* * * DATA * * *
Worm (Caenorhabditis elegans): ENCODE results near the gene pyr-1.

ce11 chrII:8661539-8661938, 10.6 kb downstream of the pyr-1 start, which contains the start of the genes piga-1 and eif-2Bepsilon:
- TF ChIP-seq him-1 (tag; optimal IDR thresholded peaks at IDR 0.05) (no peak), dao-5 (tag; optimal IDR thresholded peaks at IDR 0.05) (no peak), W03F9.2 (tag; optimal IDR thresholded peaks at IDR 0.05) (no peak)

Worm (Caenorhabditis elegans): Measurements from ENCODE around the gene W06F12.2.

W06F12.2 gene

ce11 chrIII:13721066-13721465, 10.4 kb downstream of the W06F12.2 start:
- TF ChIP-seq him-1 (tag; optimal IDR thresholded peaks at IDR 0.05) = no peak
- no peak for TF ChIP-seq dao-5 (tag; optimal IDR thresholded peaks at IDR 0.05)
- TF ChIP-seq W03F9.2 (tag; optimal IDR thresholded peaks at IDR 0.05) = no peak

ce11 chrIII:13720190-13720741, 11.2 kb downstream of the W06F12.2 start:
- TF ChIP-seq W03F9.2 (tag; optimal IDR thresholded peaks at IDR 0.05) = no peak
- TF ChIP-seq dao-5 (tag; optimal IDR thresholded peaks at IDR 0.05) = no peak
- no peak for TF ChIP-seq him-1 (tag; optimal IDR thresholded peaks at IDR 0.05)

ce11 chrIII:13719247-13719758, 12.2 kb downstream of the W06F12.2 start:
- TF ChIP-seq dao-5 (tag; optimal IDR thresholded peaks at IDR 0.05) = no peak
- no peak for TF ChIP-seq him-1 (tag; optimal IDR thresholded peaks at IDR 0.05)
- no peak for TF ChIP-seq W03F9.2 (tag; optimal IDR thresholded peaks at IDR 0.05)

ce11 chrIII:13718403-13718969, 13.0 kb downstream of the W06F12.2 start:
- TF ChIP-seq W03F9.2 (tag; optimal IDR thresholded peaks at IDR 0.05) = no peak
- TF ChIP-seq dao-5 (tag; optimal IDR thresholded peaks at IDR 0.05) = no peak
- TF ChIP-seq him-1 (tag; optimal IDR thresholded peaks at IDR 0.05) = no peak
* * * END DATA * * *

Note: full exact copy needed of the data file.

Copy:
Worm (Caenorhabditis elegans): ENCODE results near the gene pyr-1.

ce11 chrII:8661539-8661938, 10.6 kb downstream of the pyr-1 start, which contains the start of the genes piga-1 and eif-2Bepsilon:
- TF ChIP-seq him-1 (tag; optimal IDR thresholded peaks at IDR 0.05) (no peak), dao-5 (tag; optimal IDR thresholded peaks at IDR 0.05) (no peak), W03F9.2 (tag; optimal IDR thresholded peaks at IDR 0.05) (no peak)

Worm (Caenorhabditis elegans): Measurements from ENCODE around the gene W06F12.2.

W06F12.2 gene

ce11 chrIII:13721066-13721465, 10.4 kb downstream of the W06F12.2 start:
- TF ChIP-seq him-1 (tag; optimal IDR thresholded peaks at IDR 0.05) = no peak
- no peak for TF ChIP-seq dao-5 (tag; optimal IDR thresholded peaks at IDR 0.05)
- TF ChIP-seq W03F9.2 (tag; optimal IDR thresholded peaks at IDR 0.05) = no peak

ce11 chrIII:13720190-13720741, 11.2 kb downstream of the W06F12.2 start:
- TF ChIP-seq W03F9.2 (tag; optimal IDR thresholded peaks at IDR 0.05) = no peak
- TF ChIP-seq dao-5 (tag; optimal IDR thresholded peaks at IDR 0.05) = no peak
- no peak for TF ChIP-seq him-1 (tag; optimal IDR thresholded peaks at IDR 0.05)

ce11 chrIII:13719247-13719758, 12.2 kb downstream of the W06F12.2 start:
- TF ChIP-seq dao-5 (tag; optimal IDR thresholded peaks at IDR 0.05) = no peak
- no peak for TF ChIP-seq him-1 (tag; optimal IDR thresholded peaks at IDR 0.05)
- no peak for TF ChIP-seq W03F9.2 (tag; optimal IDR thresholded peaks at IDR 0.05)

ce11 chrIII:13718403-13718969, 13.0 kb downstream of the W06F12.2 start:
- TF ChIP-seq W03F9.2 (tag; optimal IDR thresholded peaks at IDR 0.05) = no peak
- TF ChIP-seq dao-5 (tag; optimal IDR thresholded peaks at IDR 0.05) = no peak
- TF ChIP-seq him-1 (tag; optimal IDR thresholded peaks at IDR 0.05) = no peak